Building Bridges Across Racial Lines



When Leroy Cannaday was asked to serve as moderator for a new NCS group, he knew a little about his mission - to break down walls and connect people of different races. But he did not grasp the full magnitude of his new responsibilities of NCS East.

As the host for the NCS meetings, Virginia Hardesty, owner of Forsyth Seafood, had a similar experience.

“My pastor, Dr. George Banks, approached me and said he was trying to figure out a good location in East Winston to hold a new prayer breakfast group,” stated Hardesty.

“He brought a group in for lunch one day, and before I knew it, they were asking if I’d be willing to open my restaurant one morning a week for their meeting.”

Hardesty took a leap of faith and said ‘yes” without really knowing what she was committing to. Thankfully, she was a morning person and was open to what God had in store for her. She believed that it was always great to bring people together in prayer and was glad she could provide a space to do that.

Since starting in 2016, the NCS East group has continued to grow.

“While I’m not in the room during most of the meetings, I see how everyone is so heightened by the end. They’ve had some very dynamic speakers. The group is becoming more diverse, with more African American men involved. You can really feel the holy spirit there. Men give personal testimonies and become closer to each other. Sometimes, you see men cry from being truly touched,” shared Hardesty.

Like the men who attend the meetings, Hardesty has had her life touched by NCS East. She’s gained new friendships and regular restaurant customers. She’s felt a kindness from the group and been welcomed in to some of their meetings. In one, the group had some famous producers giving testimonies - people that had worked with major celebrities. As they spoke about past issues involving treatment of women, Hardesty realized that the ministry she gave space for provided a time for men to feel truly safe and speak freely.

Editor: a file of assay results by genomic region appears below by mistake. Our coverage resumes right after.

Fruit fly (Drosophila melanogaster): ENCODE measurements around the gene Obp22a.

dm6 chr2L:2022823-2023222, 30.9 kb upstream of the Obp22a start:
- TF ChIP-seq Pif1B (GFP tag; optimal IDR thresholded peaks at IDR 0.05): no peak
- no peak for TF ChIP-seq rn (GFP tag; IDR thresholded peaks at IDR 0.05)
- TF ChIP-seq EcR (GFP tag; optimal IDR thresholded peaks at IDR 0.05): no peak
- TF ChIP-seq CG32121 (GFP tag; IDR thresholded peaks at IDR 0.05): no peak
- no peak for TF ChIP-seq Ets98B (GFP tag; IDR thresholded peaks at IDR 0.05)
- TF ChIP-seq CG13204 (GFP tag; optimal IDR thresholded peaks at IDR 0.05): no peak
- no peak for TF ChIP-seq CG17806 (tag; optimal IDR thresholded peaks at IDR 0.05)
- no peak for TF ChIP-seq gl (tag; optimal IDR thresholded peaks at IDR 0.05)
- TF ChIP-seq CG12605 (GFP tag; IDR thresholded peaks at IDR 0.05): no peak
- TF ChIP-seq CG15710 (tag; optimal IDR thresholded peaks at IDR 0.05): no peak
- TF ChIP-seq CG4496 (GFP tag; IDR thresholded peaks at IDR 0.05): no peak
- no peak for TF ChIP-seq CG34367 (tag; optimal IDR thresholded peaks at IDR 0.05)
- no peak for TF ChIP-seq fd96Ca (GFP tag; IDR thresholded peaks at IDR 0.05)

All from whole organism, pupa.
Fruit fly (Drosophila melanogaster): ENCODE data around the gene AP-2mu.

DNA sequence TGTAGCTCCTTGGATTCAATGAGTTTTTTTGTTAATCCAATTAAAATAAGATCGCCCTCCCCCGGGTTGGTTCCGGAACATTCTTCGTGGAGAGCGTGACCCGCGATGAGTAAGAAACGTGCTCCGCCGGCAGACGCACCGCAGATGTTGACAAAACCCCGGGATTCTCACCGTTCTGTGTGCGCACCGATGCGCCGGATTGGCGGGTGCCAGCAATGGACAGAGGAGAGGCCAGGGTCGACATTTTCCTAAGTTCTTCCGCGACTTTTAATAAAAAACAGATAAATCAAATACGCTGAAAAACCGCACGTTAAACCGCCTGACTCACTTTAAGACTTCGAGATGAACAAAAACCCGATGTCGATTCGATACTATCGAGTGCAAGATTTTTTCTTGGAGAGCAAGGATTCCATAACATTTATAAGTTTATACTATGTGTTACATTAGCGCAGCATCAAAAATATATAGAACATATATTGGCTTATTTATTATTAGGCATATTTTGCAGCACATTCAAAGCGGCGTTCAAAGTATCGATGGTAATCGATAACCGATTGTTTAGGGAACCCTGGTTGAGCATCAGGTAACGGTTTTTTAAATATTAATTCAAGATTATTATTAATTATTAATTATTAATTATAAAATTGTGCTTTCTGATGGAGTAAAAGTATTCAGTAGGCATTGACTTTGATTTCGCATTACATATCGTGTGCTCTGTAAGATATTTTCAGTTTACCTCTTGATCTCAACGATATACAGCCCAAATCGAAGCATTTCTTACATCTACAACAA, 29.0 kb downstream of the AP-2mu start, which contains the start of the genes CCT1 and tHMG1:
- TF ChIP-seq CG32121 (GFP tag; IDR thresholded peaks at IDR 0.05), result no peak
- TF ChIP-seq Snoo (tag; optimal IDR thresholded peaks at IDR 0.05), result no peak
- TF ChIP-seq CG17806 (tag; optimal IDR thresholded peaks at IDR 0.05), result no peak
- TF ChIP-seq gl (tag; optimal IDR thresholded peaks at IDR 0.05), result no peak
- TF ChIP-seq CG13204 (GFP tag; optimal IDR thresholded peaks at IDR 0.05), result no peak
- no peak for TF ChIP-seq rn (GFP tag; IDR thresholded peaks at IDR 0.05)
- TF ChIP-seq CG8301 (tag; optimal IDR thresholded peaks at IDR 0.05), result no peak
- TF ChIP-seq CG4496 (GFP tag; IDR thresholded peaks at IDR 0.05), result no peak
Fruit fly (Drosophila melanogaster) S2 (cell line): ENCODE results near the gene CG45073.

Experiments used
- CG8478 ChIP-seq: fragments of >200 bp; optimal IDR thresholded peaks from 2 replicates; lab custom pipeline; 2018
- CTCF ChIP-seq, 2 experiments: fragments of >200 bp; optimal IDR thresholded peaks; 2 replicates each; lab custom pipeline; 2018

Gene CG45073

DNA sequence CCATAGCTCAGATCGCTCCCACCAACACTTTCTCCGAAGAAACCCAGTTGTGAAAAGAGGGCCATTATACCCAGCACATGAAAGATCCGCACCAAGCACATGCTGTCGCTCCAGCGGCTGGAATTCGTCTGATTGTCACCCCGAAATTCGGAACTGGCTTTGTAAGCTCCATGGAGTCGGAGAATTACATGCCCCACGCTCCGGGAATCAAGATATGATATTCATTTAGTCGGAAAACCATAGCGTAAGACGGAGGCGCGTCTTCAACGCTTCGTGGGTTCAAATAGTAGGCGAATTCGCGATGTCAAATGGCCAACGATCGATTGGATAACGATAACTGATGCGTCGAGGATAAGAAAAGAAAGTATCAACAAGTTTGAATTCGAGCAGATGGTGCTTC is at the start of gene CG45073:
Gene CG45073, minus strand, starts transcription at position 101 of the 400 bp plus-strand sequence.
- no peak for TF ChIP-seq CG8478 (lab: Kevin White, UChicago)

“The meetings let them talk about things that only men experience and expose their hearts and their weaknesses in a safe, non-judgmental place,” she said.

Hardesty knows exactly how her late husband, Charlie, would have felt about NCS East. He passed away about five years ago. Together, they had made upgrades at the restaurant in his later years that made it a place where meetings like NCS East could happen. Hardesty said Charlie would have thought it was really neat and an honor that they would have been chosen to host.

Hardesty added, “He would have loved to have been right there in the middle of it, too.”

Cannady continues to serve as the group’s moderator, scheduling speakers with a team of volunteers and watching NCS East grow in numbers. Going forward he is open to lead, serve, and participate with NCS East as the need fits, all for God’s glory.

Hardesty and her daughter, Ashley, will continue to host the weekly meeting at the restaurant started in 1984 as a shrimp business and now the thriving fresh market and 100-seater restaurant that it is today. Forsyth Seafood is open for lunch and dinner Monday through Saturday.

#NCS #RacialIssues #Food #Local #WinstonSalem #Relationship #ForsythSeafood